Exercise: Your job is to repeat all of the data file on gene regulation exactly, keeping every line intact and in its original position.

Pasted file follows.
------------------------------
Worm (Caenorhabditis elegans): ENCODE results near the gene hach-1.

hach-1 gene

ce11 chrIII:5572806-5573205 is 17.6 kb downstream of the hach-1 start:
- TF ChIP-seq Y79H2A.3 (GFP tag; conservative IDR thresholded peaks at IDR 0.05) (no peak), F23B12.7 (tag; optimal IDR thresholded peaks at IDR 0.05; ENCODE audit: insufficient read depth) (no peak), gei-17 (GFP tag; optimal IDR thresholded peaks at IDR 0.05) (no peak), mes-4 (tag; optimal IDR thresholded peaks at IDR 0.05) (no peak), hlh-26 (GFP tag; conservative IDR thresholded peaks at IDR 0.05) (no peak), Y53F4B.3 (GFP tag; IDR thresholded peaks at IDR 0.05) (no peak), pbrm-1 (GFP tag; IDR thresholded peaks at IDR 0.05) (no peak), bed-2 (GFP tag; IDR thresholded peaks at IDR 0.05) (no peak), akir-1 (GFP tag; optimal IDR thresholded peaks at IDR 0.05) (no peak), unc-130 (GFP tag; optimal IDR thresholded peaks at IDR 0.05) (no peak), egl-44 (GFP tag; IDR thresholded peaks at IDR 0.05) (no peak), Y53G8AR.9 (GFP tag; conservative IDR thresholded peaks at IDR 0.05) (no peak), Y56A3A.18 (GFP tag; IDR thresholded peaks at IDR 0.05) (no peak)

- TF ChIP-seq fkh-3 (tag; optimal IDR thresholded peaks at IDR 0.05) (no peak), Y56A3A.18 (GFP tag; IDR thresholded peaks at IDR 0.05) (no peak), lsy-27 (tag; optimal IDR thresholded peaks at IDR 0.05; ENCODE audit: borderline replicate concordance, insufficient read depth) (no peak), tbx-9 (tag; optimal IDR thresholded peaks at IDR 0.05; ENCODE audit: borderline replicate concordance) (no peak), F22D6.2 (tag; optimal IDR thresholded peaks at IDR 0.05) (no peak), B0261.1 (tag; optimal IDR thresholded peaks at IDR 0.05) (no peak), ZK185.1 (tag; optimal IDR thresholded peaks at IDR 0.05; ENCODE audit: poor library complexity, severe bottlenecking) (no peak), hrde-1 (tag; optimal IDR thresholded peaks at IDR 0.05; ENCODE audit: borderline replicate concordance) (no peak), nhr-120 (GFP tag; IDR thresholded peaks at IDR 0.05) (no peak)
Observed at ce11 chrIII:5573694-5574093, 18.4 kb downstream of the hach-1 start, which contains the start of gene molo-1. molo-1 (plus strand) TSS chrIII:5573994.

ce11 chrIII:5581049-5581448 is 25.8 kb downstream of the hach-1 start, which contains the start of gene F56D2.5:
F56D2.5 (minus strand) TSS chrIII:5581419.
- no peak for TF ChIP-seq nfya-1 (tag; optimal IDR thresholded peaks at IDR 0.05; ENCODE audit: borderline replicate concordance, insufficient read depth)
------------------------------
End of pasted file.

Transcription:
Worm (Caenorhabditis elegans): ENCODE results near the gene hach-1.

hach-1 gene

ce11 chrIII:5572806-5573205 is 17.6 kb downstream of the hach-1 start:
- TF ChIP-seq Y79H2A.3 (GFP tag; conservative IDR thresholded peaks at IDR 0.05) (no peak), F23B12.7 (tag; optimal IDR thresholded peaks at IDR 0.05; ENCODE audit: insufficient read depth) (no peak), gei-17 (GFP tag; optimal IDR thresholded peaks at IDR 0.05) (no peak), mes-4 (tag; optimal IDR thresholded peaks at IDR 0.05) (no peak), hlh-26 (GFP tag; conservative IDR thresholded peaks at IDR 0.05) (no peak), Y53F4B.3 (GFP tag; IDR thresholded peaks at IDR 0.05) (no peak), pbrm-1 (GFP tag; IDR thresholded peaks at IDR 0.05) (no peak), bed-2 (GFP tag; IDR thresholded peaks at IDR 0.05) (no peak), akir-1 (GFP tag; optimal IDR thresholded peaks at IDR 0.05) (no peak), unc-130 (GFP tag; optimal IDR thresholded peaks at IDR 0.05) (no peak), egl-44 (GFP tag; IDR thresholded peaks at IDR 0.05) (no peak), Y53G8AR.9 (GFP tag; conservative IDR thresholded peaks at IDR 0.05) (no peak), Y56A3A.18 (GFP tag; IDR thresholded peaks at IDR 0.05) (no peak)

- TF ChIP-seq fkh-3 (tag; optimal IDR thresholded peaks at IDR 0.05) (no peak), Y56A3A.18 (GFP tag; IDR thresholded peaks at IDR 0.05) (no peak), lsy-27 (tag; optimal IDR thresholded peaks at IDR 0.05; ENCODE audit: borderline replicate concordance, insufficient read depth) (no peak), tbx-9 (tag; optimal IDR thresholded peaks at IDR 0.05; ENCODE audit: borderline replicate concordance) (no peak), F22D6.2 (tag; optimal IDR thresholded peaks at IDR 0.05) (no peak), B0261.1 (tag; optimal IDR thresholded peaks at IDR 0.05) (no peak), ZK185.1 (tag; optimal IDR thresholded peaks at IDR 0.05; ENCODE audit: poor library complexity, severe bottlenecking) (no peak), hrde-1 (tag; optimal IDR thresholded peaks at IDR 0.05; ENCODE audit: borderline replicate concordance) (no peak), nhr-120 (GFP tag; IDR thresholded peaks at IDR 0.05) (no peak)
Observed at ce11 chrIII:5573694-5574093, 18.4 kb downstream of the hach-1 start, which contains the start of gene molo-1. molo-1 (plus strand) TSS chrIII:5573994.

ce11 chrIII:5581049-5581448 is 25.8 kb downstream of the hach-1 start, which contains the start of gene F56D2.5:
F56D2.5 (minus strand) TSS chrIII:5581419.
- no peak for TF ChIP-seq nfya-1 (tag; optimal IDR thresholded peaks at IDR 0.05; ENCODE audit: borderline replicate concordance, insufficient read depth)